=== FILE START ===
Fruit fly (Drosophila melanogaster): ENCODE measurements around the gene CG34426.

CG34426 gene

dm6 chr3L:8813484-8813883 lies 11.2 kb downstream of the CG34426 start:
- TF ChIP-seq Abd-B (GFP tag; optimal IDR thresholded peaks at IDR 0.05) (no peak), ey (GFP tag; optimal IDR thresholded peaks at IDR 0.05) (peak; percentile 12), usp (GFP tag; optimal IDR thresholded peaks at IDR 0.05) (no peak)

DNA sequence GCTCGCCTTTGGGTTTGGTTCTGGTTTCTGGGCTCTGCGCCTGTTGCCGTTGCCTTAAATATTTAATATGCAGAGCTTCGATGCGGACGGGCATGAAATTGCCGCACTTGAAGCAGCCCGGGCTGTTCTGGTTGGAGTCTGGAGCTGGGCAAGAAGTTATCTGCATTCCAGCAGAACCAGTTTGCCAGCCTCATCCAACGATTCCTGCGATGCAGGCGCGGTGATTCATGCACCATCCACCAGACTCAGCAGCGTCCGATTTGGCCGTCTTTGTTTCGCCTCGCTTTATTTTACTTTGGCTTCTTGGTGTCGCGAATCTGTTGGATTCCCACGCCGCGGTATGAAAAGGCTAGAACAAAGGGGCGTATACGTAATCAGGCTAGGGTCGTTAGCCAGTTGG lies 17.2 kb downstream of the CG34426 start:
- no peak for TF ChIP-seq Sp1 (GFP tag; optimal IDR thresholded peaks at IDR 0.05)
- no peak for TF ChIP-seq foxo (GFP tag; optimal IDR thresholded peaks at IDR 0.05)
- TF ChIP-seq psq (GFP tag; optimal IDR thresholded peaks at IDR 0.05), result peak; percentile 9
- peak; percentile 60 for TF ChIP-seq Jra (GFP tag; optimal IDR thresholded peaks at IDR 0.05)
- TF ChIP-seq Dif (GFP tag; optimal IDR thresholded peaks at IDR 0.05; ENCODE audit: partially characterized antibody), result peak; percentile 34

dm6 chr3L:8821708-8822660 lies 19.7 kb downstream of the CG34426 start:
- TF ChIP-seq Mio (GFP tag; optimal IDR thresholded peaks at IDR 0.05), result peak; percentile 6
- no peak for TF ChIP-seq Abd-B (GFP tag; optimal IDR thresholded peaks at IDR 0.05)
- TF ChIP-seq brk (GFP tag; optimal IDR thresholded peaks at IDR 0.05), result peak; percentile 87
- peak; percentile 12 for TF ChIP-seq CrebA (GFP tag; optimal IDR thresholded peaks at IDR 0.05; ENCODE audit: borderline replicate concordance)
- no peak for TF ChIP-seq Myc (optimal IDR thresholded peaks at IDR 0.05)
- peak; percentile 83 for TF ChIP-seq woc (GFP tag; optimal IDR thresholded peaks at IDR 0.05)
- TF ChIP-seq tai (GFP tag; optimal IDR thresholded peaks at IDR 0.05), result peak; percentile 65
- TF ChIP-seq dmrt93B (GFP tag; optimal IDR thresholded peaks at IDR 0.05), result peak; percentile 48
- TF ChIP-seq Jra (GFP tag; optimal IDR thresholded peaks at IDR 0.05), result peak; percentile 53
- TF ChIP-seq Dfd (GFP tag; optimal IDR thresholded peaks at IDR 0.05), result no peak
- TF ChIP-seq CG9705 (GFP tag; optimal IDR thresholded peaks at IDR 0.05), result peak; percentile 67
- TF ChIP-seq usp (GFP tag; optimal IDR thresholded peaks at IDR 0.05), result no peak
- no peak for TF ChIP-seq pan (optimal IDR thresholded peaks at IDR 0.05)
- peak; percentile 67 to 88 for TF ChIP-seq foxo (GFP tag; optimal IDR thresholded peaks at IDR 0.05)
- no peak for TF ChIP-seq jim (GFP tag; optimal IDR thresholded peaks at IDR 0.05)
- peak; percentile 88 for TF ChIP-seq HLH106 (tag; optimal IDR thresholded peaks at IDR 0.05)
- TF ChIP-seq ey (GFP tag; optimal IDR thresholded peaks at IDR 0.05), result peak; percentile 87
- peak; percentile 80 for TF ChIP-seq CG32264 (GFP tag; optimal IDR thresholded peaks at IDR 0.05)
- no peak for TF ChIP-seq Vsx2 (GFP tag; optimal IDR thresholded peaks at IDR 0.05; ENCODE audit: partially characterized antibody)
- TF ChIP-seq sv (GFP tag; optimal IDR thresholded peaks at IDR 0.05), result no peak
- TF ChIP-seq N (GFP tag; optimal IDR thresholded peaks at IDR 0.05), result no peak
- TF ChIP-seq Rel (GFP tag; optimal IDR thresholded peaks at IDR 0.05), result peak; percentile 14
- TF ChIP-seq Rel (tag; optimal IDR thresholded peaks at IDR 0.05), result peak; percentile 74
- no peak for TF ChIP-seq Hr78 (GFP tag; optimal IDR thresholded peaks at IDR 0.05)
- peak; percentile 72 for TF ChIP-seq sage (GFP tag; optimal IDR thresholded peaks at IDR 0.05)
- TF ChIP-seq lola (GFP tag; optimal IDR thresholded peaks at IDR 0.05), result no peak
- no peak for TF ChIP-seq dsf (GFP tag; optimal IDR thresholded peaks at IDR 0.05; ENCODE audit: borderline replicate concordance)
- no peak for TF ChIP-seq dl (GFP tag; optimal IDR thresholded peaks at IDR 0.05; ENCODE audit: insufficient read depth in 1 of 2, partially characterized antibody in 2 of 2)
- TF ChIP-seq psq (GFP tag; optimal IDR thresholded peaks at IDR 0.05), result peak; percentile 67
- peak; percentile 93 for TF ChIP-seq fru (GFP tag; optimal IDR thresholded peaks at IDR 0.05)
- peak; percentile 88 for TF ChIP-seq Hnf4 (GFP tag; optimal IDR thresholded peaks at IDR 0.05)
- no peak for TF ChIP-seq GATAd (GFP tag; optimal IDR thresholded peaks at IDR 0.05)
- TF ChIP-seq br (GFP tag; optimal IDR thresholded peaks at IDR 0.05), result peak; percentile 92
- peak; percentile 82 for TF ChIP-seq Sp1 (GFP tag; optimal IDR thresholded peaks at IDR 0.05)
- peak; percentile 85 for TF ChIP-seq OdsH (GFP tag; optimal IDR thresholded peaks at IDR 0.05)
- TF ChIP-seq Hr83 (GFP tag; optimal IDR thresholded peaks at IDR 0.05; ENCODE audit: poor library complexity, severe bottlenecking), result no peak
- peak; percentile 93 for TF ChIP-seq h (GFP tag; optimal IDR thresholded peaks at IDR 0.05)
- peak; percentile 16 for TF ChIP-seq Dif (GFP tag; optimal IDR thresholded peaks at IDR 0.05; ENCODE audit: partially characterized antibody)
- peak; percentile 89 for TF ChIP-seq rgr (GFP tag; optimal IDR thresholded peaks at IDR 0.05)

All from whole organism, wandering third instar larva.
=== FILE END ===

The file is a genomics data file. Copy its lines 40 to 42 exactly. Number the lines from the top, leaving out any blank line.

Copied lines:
- TF ChIP-seq psq (GFP tag; optimal IDR thresholded peaks at IDR 0.05), result peak; percentile 67
- peak; percentile 93 for TF ChIP-seq fru (GFP tag; optimal IDR thresholded peaks at IDR 0.05)
- peak; percentile 88 for TF ChIP-seq Hnf4 (GFP tag; optimal IDR thresholded peaks at IDR 0.05)